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Breaking the scales of justice?

Before the story of Ronald Post veers into “odd news” territory, here are the sobering facts: Post was convicted in 1985 of murdering a hotel desk clerk two years earlier and sentenced to death. He is scheduled to die in January.

But his lawyers have argued that the 6-foot-3-inch, 480-lb. Post should not be executed because he is “morbidly obese.” They argued in a federal court filing late last week that Post’s weight and poor veins “have a substantial likelihood of causing severe complications with attempts at an intravenous execution,” meaning his death could be considered cruel and unusual punishment.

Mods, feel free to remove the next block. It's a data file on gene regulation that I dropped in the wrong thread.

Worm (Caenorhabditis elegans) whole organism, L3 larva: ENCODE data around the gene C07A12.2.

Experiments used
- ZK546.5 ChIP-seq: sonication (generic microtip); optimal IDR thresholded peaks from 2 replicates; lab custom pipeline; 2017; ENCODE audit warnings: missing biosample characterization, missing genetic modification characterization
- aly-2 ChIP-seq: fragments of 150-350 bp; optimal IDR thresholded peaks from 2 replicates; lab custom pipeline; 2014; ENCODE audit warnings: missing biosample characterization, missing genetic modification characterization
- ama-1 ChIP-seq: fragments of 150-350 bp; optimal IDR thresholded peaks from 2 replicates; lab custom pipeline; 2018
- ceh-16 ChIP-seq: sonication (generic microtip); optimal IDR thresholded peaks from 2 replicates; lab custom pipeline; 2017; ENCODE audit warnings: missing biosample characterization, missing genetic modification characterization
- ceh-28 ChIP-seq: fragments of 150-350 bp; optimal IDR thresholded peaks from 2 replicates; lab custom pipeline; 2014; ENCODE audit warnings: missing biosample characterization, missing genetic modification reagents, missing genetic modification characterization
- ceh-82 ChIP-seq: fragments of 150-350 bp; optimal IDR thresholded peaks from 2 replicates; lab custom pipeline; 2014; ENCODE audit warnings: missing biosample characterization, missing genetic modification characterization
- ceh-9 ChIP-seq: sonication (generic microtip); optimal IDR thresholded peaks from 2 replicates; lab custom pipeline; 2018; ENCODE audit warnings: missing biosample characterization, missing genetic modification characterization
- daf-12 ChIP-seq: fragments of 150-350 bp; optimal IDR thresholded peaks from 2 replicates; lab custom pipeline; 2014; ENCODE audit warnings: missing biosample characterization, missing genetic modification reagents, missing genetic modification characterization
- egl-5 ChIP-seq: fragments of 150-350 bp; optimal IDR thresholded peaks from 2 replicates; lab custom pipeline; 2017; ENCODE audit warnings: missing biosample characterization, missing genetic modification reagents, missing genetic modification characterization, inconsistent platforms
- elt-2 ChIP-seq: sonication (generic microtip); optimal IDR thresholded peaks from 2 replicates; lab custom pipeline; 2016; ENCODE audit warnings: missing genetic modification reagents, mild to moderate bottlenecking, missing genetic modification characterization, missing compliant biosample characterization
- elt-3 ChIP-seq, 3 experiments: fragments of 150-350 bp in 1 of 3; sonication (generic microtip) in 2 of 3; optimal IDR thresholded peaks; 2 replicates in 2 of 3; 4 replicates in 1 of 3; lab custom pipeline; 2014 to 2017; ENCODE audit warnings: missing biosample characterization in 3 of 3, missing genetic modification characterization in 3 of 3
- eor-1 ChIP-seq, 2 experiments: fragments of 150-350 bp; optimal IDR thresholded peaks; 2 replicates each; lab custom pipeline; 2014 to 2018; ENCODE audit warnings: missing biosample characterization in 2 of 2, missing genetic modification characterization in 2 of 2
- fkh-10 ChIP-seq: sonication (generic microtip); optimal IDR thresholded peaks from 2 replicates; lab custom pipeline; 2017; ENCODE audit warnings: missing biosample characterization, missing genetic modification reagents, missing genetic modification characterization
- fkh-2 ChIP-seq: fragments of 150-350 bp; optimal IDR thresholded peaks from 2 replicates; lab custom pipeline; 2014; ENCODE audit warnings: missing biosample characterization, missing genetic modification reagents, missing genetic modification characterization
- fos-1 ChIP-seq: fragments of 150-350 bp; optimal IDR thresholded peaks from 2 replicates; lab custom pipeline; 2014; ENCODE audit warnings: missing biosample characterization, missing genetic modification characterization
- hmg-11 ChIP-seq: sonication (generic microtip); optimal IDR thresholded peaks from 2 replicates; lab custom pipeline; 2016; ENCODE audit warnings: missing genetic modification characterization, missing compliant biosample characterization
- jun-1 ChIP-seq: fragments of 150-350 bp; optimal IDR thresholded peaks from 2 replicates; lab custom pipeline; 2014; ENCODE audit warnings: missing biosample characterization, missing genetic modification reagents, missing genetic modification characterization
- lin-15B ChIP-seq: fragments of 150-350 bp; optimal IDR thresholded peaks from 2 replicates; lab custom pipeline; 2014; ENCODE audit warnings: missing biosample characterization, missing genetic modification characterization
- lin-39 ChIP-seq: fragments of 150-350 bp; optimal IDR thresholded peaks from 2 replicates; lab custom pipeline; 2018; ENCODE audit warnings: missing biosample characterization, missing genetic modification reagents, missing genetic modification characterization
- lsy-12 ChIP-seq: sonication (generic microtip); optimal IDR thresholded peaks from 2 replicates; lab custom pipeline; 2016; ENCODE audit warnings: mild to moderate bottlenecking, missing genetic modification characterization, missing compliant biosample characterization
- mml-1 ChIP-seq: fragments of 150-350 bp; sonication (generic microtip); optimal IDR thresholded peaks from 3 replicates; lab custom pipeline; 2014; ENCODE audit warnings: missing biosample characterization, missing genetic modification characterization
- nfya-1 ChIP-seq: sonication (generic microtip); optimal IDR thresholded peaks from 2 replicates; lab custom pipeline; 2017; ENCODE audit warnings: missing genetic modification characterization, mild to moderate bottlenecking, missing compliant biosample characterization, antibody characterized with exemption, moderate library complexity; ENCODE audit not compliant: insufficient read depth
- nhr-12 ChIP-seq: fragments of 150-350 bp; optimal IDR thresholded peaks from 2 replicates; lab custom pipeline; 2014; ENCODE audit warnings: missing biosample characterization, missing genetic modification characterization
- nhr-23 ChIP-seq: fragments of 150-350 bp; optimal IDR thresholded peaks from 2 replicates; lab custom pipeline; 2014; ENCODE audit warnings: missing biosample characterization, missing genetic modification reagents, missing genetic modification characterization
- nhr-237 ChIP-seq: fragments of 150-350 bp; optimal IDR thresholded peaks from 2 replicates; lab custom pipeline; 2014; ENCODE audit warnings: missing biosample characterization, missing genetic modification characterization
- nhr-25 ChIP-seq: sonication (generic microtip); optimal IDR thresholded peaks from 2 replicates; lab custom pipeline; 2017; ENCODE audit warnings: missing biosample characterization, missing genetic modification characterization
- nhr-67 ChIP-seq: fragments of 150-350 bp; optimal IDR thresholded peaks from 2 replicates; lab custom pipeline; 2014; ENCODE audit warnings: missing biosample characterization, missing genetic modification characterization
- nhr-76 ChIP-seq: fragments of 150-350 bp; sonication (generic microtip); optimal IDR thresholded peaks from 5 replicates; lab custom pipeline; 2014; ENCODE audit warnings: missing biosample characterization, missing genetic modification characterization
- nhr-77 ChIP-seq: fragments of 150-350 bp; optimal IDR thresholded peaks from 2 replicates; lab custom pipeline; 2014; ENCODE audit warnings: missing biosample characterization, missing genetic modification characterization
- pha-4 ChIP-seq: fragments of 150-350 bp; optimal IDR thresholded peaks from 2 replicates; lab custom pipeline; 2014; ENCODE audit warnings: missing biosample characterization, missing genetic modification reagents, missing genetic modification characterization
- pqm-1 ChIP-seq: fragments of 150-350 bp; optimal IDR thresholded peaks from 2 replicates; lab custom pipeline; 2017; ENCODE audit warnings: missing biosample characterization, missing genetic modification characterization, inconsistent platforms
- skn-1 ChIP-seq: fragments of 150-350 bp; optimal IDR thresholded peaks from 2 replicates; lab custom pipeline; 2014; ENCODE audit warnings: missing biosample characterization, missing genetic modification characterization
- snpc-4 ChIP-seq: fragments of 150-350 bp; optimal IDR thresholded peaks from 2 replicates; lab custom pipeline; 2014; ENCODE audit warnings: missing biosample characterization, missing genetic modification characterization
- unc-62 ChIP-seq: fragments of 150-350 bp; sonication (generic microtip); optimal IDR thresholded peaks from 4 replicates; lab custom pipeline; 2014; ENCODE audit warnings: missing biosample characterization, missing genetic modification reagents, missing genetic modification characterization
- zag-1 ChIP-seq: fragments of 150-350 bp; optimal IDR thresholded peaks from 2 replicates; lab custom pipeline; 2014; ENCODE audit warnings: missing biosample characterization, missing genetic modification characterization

Post’s lawyers say their client wants to lose weight and has even been denied gastric bypass surgery by prison officials. Post’s attempts to keep weight off have been thwarted by back and knee problems, the lawyers said, and he had been using an exercise bike “until it broke under his weight.”

I started reading a related story that included some details about failed attempts of inserting IVs into large inmates but I got woozy halfway through.

All of this leads me to one question: If Post’s appeal is denied and his execution goes on as planned, what will he choose for his last meal?